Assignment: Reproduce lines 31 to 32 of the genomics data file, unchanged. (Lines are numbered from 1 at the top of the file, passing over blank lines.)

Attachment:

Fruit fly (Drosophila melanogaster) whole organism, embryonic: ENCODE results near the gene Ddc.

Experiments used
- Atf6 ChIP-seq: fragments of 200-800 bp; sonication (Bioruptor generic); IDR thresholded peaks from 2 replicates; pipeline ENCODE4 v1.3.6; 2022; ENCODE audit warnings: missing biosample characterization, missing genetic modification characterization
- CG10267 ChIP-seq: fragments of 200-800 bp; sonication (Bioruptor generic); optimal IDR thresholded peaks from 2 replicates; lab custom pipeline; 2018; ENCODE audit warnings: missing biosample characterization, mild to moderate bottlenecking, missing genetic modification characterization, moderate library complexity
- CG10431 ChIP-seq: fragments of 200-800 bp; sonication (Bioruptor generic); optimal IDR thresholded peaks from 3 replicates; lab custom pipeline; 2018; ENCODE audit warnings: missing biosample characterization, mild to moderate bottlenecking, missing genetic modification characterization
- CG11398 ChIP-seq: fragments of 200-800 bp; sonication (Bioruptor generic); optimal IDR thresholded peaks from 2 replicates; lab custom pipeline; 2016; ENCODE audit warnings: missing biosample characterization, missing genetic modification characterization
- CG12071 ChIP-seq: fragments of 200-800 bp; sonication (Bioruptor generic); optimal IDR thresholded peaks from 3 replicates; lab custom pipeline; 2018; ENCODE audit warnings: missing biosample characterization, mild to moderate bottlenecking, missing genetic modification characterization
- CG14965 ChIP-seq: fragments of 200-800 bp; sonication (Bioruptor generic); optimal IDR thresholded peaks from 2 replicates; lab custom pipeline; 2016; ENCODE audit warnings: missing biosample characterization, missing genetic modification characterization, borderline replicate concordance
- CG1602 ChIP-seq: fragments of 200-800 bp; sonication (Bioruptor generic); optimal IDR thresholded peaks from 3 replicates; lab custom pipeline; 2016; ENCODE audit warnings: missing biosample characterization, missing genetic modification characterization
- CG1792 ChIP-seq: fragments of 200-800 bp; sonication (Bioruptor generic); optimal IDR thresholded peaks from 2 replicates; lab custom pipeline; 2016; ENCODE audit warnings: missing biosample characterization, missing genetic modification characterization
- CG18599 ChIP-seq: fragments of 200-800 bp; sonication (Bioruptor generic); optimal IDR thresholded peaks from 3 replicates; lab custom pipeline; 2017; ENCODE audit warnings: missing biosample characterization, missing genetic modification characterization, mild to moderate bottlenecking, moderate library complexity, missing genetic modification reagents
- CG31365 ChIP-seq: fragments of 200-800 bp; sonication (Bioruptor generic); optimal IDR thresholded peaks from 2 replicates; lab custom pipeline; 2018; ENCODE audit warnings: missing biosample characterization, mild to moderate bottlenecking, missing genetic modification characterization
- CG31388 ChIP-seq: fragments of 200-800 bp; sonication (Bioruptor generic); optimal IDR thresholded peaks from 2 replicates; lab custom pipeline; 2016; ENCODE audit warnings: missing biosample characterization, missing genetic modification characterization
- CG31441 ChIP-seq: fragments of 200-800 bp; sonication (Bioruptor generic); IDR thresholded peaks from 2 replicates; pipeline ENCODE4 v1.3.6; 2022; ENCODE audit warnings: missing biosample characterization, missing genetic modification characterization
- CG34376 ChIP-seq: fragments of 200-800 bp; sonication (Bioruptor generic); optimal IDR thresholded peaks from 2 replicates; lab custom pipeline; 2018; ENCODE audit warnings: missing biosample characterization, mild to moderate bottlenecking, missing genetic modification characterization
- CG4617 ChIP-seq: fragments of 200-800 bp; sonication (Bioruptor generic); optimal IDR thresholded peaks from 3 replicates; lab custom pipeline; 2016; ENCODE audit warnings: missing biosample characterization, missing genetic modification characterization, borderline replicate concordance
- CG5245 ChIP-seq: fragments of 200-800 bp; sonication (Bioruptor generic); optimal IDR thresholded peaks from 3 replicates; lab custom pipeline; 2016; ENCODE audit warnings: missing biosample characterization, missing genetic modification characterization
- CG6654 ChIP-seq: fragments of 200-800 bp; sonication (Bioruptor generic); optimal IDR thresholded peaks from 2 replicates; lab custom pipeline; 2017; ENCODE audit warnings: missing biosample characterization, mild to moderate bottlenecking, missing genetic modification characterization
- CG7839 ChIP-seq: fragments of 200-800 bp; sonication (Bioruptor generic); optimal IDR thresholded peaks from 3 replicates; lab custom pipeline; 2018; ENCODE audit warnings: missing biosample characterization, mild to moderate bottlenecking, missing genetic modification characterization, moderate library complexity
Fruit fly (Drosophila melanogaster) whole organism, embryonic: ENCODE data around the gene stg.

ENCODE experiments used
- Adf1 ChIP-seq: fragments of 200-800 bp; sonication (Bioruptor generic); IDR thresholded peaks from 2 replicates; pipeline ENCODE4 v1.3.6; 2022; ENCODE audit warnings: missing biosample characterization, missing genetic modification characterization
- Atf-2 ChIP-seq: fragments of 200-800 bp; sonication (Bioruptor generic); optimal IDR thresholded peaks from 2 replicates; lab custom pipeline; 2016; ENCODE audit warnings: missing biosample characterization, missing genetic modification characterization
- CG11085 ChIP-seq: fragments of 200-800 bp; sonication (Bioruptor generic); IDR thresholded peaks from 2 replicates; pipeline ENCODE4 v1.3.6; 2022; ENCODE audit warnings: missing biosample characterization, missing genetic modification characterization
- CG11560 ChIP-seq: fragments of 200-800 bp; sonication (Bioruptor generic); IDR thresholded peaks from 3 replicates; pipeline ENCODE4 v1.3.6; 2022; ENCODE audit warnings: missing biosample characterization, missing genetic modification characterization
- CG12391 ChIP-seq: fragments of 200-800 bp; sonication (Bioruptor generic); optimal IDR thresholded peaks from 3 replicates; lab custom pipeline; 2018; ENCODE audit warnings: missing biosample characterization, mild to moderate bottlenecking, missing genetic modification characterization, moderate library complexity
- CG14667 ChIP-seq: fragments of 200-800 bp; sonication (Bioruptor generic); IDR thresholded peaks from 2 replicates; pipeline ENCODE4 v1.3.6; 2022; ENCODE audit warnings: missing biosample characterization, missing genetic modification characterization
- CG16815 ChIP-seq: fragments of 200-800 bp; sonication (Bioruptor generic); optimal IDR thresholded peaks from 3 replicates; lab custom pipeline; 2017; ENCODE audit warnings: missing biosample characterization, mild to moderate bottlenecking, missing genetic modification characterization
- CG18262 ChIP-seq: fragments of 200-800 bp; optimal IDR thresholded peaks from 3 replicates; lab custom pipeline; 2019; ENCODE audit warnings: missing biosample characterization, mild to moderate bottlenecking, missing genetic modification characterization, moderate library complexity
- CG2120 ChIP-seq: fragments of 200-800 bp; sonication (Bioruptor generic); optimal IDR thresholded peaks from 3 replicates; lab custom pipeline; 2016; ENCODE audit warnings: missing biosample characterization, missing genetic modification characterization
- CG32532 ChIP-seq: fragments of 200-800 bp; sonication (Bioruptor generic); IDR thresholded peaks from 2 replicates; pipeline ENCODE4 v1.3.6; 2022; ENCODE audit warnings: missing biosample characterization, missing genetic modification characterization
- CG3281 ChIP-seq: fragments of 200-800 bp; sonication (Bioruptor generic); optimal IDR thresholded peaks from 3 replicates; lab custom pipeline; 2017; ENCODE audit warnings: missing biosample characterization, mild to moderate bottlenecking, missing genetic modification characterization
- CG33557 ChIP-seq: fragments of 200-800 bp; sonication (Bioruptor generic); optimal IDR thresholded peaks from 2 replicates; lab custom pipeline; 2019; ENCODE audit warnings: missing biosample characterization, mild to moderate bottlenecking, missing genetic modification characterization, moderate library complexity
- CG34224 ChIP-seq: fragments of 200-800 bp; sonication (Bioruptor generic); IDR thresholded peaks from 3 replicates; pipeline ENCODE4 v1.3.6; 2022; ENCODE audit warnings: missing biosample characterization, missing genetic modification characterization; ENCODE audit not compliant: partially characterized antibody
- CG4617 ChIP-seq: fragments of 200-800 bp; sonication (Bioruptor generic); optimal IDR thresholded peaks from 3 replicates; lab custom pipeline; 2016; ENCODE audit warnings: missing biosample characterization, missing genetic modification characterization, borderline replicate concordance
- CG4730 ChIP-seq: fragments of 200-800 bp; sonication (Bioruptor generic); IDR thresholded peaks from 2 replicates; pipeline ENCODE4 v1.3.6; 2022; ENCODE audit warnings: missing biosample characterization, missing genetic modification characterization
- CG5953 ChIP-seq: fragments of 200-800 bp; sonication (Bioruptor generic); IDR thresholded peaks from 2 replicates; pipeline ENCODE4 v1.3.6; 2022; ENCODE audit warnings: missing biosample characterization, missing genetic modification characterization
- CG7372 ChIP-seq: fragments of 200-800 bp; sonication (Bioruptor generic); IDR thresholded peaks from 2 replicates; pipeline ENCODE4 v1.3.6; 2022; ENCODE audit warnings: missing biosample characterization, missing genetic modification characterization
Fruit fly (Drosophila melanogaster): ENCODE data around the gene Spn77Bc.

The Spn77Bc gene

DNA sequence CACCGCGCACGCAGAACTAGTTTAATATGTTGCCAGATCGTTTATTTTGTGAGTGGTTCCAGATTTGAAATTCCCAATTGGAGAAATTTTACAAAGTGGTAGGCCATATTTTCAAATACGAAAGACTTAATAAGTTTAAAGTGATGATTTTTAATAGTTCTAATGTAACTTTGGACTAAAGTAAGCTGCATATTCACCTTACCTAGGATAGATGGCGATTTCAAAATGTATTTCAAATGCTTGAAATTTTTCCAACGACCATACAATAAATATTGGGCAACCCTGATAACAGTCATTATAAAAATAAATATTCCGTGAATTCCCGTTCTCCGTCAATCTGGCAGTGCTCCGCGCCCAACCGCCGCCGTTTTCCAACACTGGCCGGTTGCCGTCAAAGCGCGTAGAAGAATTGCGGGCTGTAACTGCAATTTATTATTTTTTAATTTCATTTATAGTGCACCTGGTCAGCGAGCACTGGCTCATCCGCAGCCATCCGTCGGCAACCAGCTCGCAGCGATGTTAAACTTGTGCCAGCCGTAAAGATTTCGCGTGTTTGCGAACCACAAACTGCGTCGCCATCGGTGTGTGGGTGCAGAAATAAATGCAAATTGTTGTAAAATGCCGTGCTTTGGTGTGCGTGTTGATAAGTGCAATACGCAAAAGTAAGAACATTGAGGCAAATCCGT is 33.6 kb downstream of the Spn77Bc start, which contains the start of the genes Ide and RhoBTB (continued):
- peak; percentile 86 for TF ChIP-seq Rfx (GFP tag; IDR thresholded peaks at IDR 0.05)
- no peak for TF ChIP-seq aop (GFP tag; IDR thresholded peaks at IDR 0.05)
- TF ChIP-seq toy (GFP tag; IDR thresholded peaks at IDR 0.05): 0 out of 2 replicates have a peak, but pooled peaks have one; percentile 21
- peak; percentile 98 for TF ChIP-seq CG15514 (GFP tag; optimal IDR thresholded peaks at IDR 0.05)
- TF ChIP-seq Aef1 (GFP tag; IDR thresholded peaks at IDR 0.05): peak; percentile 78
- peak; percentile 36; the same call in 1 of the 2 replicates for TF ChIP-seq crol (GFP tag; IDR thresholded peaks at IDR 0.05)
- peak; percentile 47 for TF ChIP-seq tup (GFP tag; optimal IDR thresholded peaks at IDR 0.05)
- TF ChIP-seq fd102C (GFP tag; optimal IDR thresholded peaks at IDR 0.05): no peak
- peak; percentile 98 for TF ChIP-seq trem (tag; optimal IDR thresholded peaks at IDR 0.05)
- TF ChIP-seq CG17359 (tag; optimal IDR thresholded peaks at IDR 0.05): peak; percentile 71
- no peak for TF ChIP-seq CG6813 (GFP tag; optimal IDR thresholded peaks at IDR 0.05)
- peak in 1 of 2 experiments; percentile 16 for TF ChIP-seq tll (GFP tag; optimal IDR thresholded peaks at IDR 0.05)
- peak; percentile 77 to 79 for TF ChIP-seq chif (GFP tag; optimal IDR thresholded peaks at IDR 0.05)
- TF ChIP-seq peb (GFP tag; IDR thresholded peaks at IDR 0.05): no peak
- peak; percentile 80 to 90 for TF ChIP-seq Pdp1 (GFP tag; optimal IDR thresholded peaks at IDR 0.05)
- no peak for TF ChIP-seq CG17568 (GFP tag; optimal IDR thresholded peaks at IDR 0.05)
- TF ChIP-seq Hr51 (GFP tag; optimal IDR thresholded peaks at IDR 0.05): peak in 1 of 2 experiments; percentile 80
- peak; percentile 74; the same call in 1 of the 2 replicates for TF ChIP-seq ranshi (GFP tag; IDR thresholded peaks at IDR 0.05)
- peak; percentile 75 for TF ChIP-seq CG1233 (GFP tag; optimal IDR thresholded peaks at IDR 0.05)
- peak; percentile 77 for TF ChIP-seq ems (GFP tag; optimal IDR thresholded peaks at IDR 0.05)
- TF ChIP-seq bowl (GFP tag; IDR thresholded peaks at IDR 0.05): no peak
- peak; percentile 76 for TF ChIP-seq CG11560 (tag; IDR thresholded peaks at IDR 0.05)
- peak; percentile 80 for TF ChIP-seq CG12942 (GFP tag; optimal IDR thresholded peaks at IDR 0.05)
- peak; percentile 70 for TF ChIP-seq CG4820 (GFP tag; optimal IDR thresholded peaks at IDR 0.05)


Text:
- CG32532 ChIP-seq: fragments of 200-800 bp; sonication (Bioruptor generic); IDR thresholded peaks from 2 replicates; pipeline ENCODE4 v1.3.6; 2022; ENCODE audit warnings: missing biosample characterization, missing genetic modification characterization
- CG3281 ChIP-seq: fragments of 200-800 bp; sonication (Bioruptor generic); optimal IDR thresholded peaks from 3 replicates; lab custom pipeline; 2017; ENCODE audit warnings: missing biosample characterization, mild to moderate bottlenecking, missing genetic modification characterization